Reviewed: I'll Be Home For Christmas

Thursday, 25 August 2016

I'll Be Home for Christmas | Various Authors | Published September 22nd, 2016
Rating:
I received a copy from the publisher in exchange for an honest review
Goodreads | Book Depository


I'll Be Home for Christmas is a collection of stories by top YA authors each exploring the theme of "home" at Christmas and what that means for different people. For some people it's being with family at a special time of year but many others aren't as lucky as to have that stability and feeling of comfort. This is particularly the case for those who are homeless and Stripes have teamed up with the charity Crisis in this collaboration to raise awareness of the hardships young people are facing.

I thought this was a really strong collection of stories and I thoroughly enjoyed the different representations of "home". I like that each author has interpreted the theme in a different way resulting in a really varied and diverse set of stories and characters.

The exploration of the different kinds of family from divorced parents to being in foster care, relationships and "coming out", being a refugee in a new country, friendships and homelessness were all treated with equal care and sensitivity by the authors. There are some lighter moments among the darker ones and a range of genres which really help make this a wonderful mix of stories with something for everyone.

I'll Be Home For Christmas boasts a top list of authors with some truly stand-out stories, and for a lovely festive feel alongside helping a great cause, I highly recommend adding this to your Christmas reading list. I can't wait to buy my own physical copy (it has red sprayed edges, people!)

£1 from the sale of every book will be donated to Crisis. For more information on Crisis visit www.crisis.org.uk



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4 Reasons I Loved A Torch Against the Night by Sabaa Tahir

Monday, 22 August 2016

 
A Torch Against the Night | Sabaa Tahir | Published August 30, 2016
Rating:
I received a copy from the publisher in exchange for an honest review
Goodreads | Book Depository

This was so good! I loved An Ember in the Ashes and was hoping for so much from this sequel and it didn't disappoint. A Torch Against the Night is a dark and intense rollercoaster with a lot of twists and turns to keep you guessing throughout. I found the pace to be even better than its predecessor and I couldn't get through the chapters quick enough.

4 main reasons I loved this sequel:

Elias
Oh how I love Elias. I love his desire to fight for his freedom and how unwavering he is in that. He knows that there is a better life for him away from the brutality of the empire and he's determined to get there. He and Laia are finally on their journey to rescue Laia's brother from Kauf Prison and it's not an easy ride for Elias. Things happen that make this a complicated and really difficult journey for him in particular but he doesn't give up and does his best not to break his promise to Laia. It was interesting to see their relationship grow with all of the hardships that they are facing and I think there's still a lot more to develop there too. Elias has an admirable strength and I think his development in this book is very much in character with what we saw of him in the first book. I admire his strength when put in impossible situations and I think he might just be one of my favourite male characters.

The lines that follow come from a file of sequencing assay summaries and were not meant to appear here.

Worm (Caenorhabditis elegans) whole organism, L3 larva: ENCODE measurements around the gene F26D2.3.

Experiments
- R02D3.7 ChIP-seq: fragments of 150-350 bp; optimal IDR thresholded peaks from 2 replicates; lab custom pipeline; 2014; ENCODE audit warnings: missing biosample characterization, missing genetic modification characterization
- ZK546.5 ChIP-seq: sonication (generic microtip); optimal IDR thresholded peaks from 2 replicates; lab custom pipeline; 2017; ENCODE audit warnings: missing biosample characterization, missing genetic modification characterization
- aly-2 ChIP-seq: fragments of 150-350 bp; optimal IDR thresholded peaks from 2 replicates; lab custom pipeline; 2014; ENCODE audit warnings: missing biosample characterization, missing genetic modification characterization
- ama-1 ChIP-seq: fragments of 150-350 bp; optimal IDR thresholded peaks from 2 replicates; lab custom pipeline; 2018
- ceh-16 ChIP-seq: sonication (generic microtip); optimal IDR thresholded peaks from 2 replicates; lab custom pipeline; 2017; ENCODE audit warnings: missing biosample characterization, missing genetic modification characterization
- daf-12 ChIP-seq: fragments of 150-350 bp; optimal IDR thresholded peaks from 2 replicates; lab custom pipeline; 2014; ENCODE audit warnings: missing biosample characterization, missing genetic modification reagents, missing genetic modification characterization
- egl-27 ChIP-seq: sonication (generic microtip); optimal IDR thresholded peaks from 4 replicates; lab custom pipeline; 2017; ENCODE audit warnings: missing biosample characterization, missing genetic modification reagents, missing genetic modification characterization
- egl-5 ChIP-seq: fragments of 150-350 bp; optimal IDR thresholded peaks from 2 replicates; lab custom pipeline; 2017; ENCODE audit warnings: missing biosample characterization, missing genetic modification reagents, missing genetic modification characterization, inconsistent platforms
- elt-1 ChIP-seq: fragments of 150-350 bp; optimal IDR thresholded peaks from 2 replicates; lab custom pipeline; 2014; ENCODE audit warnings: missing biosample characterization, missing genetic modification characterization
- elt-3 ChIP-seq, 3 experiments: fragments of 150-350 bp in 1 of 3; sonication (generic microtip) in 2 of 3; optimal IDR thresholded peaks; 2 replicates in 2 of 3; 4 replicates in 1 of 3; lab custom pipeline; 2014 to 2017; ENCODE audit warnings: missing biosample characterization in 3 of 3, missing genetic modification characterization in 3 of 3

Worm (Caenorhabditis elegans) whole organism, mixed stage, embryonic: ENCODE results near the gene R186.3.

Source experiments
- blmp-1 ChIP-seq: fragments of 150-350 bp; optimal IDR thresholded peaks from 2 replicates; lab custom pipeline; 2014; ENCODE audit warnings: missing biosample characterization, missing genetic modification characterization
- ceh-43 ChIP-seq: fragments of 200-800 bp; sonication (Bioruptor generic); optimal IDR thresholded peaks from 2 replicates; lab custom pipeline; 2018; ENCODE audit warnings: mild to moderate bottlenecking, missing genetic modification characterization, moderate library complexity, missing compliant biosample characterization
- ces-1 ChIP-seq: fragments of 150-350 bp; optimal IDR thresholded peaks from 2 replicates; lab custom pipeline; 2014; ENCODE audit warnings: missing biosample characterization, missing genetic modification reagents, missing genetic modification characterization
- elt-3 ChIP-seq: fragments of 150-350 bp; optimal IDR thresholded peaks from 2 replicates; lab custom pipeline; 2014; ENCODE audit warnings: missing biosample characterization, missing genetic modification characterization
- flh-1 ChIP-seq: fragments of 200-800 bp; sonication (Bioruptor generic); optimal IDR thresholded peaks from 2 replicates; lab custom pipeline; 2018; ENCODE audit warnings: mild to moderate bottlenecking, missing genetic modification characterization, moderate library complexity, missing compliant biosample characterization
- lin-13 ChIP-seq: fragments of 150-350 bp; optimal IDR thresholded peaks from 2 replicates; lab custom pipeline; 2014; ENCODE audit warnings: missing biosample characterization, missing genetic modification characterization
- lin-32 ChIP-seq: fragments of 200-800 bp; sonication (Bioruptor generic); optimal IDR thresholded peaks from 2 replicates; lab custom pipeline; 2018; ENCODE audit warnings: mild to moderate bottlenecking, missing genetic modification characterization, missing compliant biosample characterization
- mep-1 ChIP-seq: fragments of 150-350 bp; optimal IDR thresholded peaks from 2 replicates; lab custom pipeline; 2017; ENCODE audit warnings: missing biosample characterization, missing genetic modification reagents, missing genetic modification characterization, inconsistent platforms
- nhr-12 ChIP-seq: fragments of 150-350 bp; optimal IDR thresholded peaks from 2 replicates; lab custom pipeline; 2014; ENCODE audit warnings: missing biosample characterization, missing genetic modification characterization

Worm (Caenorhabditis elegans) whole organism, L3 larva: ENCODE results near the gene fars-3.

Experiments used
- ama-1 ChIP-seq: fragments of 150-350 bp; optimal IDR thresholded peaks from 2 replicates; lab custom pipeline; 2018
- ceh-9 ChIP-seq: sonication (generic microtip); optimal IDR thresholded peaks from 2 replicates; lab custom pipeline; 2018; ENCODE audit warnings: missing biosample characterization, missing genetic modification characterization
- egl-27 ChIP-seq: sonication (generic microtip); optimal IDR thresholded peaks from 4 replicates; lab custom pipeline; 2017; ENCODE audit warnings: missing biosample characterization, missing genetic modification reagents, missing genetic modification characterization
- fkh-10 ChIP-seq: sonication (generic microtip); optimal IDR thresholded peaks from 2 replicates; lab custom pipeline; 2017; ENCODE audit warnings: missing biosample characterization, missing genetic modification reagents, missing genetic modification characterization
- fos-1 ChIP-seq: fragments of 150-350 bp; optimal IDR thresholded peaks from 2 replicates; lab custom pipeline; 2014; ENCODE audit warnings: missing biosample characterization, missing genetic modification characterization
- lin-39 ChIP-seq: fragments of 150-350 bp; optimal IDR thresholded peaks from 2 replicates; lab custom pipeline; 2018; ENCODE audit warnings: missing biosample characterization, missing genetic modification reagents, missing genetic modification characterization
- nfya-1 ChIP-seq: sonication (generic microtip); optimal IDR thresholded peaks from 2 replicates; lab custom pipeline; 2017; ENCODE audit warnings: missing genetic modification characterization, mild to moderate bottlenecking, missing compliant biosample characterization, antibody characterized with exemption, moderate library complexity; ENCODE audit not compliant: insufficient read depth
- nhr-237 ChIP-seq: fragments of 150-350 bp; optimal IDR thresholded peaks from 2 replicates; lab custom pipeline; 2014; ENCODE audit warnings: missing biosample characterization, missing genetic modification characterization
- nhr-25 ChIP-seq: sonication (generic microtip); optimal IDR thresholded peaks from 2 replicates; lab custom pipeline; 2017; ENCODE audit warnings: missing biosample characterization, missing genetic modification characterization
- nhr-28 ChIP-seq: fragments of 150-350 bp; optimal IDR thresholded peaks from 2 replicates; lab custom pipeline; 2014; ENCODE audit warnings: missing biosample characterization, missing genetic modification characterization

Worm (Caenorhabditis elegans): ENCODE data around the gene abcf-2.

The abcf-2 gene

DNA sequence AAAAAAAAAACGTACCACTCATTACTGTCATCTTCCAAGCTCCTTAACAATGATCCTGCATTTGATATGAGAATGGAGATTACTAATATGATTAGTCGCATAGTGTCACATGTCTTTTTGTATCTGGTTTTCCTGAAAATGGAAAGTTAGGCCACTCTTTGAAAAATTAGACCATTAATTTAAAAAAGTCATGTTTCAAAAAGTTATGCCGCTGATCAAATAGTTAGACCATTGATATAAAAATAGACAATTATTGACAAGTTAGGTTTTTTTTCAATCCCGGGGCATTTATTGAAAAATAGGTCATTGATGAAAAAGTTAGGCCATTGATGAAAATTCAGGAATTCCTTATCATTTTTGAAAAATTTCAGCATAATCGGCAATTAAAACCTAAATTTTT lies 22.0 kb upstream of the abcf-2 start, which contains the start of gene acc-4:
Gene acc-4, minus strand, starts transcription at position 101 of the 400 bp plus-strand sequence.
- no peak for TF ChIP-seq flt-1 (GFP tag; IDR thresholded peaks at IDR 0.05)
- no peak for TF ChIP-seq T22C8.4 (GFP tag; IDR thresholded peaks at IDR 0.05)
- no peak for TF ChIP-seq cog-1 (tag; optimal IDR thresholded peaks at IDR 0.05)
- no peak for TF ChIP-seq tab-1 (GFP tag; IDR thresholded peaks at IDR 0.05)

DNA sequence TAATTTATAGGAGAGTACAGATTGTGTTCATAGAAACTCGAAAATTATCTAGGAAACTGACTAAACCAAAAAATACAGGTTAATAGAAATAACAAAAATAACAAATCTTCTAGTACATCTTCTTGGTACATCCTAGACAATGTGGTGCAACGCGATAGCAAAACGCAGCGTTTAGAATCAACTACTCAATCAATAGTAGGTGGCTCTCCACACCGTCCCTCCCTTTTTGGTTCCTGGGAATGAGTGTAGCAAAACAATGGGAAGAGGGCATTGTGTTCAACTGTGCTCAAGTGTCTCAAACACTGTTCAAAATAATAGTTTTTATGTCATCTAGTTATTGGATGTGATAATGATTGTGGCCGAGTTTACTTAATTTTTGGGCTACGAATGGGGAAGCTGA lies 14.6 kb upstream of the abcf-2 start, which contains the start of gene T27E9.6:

Helene
Helene's point of view is added into the mix this time which I was really thrilled about. I thought she was an intriguing character in Ember and seeing things from her point of view this time around was really great. Whilst Laia and Elias are on the run, Helene's view gives us an insight into what is happening in the empire through her new role as Blood Shrike. She's having to battle her new role and getting the men to respect her with the sickening Marcus watching her every move, whilst trying to fight her feelings for Elias who she has been ordered to hunt down. We also see more of her family and what her role as Blood Shrike means for them. Whilst Helene might not be the "main girl" of the story, she's by far my favourite. There's nothing particularly unlikable about Laia but she's very "clean" whilst Helene has an edge that I love to read in female characters. She has to make decisions that result in bad consequences for the people she cares for whatever way she chooses and I found her complexity much more interesting to read about.

Expansion of the world
Elias and Laia's journey allows for more of the world to be explored. One of the most fascinating aspects of this was learning more of the tribes where Elias grew up. I really enjoyed learning about their culture and way of life. The supernatural side of the world is also expanded on a lot. We find out more about the Nightbringer and his motivations as well as wraiths and jinn. The Soul-Catcher also plays a large role in this book. I'll admit the supernatural side isn't my favourite compared to the brutality of the empire but the characters interacting with this supernatural side was intriguing. The further exploration of the gens through Helene's point of view and the intricacies of how they operate was also compelling.

Villains and their complexity
One of the best things about this series, for me, is the complexity of the villains. Not only do we not know who we can trust (and so new villains can present themselves at any time) but they are all developed in a way that gives them a story. They are not bland or cut-out caricatures of what a villain is but each have a complexity that just makes them all that more evil. Marcus and the Commandant in particular reach new levels of brutality and violence and it makes for real intense reading. I love villains that aren't afraid to carry out their threats and that is very much the case here. If there's one thing you shouldn't do it's underestimate just how vile and harsh these villains can be.

I loved the continuation of the dark brutality coupled with the great plot and character development. The romance isn't as much of a focus this time around; there is still a love triangle and some poor choices that had me internally screaming at a certain character but I like where it is at now. There are still some questions and possibilities (including potential new romances) to be explored so it'll be interesting to see where that leads next.